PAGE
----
As an entrepreneur of a startup company, I imagine myself as a general manager of a professional baseball team. My main job is putting together the RIGHT team.
Many think an entrepreneur’s first task is to come up with a killer concept. Yet, it’s been said many times that “ideas” can be a dime a dozen, but execution is where most fail. Who executes? The team. As Jim Collins points out in his book, “Good to Great”, first the Who? then the What?
Maybe it’s also because I’m not a technical whiz kid, or a genius financial mind that I keep stressing the team. Or, I’d like to think it could be that I’ve been involved with six startups and figured out what helps in success.
So, as I’m admiring the work of Seattle Mariners’ GM Jack Zduriencik this off season in putting together a more competitive professional baseball team, I’m reminded about my primary job of finding the right people for the the right jobs in my company. Like a baseball team, a startup environment requires everyone to be cohesive and supportive of one another.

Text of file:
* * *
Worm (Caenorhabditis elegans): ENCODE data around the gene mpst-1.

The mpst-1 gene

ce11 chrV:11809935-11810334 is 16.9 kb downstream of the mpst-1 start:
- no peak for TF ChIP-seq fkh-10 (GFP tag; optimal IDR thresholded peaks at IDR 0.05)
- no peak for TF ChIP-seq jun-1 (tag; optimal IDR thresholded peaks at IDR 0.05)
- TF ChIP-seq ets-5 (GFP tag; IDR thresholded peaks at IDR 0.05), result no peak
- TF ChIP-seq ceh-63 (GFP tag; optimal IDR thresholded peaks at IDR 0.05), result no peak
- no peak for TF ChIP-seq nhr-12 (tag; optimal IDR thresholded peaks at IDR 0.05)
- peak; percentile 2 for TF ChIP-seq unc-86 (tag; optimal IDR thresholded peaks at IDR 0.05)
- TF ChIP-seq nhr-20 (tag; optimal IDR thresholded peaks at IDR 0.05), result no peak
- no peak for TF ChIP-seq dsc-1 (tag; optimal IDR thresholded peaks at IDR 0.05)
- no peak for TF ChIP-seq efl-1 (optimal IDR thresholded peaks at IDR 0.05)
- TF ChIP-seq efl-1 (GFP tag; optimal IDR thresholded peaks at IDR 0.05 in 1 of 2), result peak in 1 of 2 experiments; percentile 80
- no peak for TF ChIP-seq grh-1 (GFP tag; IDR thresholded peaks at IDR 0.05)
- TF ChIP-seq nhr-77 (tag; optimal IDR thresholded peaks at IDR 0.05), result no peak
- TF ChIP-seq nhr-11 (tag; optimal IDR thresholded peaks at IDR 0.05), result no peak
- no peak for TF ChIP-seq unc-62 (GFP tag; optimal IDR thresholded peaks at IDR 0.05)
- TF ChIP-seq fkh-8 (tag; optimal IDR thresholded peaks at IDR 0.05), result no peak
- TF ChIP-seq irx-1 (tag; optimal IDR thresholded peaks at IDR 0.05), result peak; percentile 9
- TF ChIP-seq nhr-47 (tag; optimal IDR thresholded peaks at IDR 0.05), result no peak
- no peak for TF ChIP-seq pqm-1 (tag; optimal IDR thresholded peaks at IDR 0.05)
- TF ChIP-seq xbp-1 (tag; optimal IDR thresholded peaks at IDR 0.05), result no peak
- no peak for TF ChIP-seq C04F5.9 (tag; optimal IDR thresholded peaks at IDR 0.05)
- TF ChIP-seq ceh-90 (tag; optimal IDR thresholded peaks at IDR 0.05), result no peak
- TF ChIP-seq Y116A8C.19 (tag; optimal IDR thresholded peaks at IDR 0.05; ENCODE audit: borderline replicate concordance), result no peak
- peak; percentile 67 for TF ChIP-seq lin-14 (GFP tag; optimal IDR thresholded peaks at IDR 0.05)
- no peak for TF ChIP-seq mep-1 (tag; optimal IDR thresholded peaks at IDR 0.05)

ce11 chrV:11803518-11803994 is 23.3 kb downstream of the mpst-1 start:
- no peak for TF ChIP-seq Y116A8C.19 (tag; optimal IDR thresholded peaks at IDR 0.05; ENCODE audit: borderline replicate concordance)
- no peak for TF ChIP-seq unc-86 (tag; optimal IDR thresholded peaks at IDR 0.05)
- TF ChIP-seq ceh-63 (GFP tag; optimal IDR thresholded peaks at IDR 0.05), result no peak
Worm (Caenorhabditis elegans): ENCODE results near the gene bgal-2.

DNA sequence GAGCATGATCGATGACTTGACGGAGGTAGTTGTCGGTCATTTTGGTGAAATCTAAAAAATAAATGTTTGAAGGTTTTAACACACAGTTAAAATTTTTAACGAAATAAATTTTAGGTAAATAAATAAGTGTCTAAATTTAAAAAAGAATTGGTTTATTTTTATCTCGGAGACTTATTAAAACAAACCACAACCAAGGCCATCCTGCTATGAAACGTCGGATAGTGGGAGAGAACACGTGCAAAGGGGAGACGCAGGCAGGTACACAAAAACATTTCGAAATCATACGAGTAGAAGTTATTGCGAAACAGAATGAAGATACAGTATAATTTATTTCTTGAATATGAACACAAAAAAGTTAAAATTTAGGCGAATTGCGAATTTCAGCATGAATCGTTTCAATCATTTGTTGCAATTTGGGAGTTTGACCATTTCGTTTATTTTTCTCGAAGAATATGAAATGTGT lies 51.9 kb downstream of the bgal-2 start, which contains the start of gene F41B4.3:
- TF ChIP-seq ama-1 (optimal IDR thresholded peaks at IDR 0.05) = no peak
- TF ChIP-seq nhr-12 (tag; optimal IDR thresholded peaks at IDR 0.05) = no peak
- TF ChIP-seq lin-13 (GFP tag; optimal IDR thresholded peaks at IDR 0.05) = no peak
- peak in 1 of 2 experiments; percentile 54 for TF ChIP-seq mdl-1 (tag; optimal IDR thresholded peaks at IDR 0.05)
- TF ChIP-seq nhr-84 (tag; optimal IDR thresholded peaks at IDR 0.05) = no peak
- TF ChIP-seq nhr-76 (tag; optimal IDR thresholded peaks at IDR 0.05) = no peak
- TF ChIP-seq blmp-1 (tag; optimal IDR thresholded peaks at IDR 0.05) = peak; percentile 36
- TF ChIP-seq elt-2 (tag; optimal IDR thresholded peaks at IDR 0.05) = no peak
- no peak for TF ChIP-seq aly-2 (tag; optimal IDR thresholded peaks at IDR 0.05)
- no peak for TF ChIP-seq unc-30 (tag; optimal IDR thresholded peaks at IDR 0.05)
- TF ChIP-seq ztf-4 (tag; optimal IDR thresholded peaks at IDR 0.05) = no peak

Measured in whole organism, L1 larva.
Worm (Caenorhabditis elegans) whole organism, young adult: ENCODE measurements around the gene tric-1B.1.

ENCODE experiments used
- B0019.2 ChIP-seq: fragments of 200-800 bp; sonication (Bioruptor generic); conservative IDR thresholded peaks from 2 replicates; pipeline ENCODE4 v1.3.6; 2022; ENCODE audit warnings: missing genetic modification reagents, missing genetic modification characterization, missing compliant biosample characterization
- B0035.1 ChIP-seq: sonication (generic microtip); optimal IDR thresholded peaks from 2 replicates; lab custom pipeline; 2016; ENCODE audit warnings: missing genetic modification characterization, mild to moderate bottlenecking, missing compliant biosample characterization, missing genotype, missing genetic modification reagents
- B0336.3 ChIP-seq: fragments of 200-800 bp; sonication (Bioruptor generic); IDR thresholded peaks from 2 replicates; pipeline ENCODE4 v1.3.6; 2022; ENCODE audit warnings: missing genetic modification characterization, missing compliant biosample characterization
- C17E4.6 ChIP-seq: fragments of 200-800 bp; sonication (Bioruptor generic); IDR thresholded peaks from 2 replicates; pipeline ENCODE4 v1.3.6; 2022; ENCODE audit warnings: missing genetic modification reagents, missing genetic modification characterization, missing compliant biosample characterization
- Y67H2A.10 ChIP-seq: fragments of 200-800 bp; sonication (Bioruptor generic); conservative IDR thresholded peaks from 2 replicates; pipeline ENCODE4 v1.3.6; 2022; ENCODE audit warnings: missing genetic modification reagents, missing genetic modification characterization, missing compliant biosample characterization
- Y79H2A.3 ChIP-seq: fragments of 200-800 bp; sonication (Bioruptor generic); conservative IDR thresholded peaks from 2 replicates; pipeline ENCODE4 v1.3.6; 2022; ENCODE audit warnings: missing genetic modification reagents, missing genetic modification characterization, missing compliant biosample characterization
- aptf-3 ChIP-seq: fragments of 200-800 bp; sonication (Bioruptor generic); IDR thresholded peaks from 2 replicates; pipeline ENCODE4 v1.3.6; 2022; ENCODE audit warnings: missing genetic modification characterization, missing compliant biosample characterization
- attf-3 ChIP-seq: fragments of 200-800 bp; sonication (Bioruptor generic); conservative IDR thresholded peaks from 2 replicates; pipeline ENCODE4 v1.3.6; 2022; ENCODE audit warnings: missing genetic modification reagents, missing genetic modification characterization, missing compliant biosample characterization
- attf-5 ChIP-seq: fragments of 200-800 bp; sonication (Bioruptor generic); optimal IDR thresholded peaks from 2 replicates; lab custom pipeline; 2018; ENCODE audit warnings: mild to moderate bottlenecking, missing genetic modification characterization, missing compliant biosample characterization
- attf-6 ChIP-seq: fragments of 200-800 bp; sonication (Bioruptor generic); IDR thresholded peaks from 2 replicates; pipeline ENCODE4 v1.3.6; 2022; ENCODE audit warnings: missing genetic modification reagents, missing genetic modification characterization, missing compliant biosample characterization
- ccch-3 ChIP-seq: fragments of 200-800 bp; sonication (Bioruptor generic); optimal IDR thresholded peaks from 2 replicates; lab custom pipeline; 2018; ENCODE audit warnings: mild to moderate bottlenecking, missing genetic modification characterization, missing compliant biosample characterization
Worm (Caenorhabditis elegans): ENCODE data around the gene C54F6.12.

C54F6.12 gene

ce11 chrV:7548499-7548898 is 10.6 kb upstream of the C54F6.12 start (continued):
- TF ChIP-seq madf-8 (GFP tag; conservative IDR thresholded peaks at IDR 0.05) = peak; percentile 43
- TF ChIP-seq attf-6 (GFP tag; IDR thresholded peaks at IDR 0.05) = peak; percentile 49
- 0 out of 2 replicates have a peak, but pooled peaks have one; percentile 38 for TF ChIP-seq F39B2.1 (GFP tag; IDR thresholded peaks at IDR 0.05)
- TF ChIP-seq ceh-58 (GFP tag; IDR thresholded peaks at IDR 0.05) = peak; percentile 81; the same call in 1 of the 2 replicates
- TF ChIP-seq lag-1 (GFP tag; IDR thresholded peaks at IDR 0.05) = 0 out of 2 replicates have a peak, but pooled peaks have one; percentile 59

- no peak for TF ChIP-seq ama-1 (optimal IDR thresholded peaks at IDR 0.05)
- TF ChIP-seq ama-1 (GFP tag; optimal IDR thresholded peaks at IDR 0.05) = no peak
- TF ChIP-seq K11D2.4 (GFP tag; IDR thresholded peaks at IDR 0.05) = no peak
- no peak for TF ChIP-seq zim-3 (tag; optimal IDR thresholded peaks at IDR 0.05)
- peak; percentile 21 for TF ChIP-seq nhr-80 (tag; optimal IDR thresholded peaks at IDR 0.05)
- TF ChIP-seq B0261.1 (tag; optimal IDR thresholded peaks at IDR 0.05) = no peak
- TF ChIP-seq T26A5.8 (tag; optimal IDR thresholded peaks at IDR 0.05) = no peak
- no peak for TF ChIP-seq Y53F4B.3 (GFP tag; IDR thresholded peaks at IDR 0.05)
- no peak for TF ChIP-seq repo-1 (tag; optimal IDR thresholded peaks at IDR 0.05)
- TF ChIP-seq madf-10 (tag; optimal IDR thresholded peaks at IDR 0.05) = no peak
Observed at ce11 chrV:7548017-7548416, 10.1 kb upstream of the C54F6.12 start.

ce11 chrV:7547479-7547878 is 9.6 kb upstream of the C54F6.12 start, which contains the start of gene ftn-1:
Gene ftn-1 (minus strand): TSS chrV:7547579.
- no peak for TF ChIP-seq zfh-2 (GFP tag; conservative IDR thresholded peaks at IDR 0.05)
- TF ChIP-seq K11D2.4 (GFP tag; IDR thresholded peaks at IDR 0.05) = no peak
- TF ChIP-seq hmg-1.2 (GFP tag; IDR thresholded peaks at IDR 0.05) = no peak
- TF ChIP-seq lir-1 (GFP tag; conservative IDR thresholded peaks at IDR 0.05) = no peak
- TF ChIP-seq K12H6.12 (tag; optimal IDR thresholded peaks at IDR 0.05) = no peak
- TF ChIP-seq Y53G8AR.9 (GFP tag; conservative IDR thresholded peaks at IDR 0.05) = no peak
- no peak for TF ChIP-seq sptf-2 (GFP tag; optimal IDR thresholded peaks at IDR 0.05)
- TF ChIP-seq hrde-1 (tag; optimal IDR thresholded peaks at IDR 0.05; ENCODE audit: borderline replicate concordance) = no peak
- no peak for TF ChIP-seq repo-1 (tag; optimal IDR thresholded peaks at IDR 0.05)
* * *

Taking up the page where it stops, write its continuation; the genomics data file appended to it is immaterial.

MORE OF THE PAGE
Sometimes an entrepreneur needs to take risks on inexperienced people, or on an experienced person who has never been in a startup environment. You build such a team with an unwavering core philosophy about the type of team you want. And when the team members need guidance, you coach them; when they prove themselves, you give them control. You always keep scalability and performance in mind.
In the end, it’s my job to look at ways to improve my team continuously based upon our performance against the competitive environment out there. If this means possibly bringing in more capital or merging with a complementary team or hiring faster, I will do so, always making sure that each new player within the company are complementary with one another. It’s my responsibility to ensure that the sum of the parts really make a much more compelling whole.
The character and performance of the team will ultimately be my scorecard as the founder of Lift9.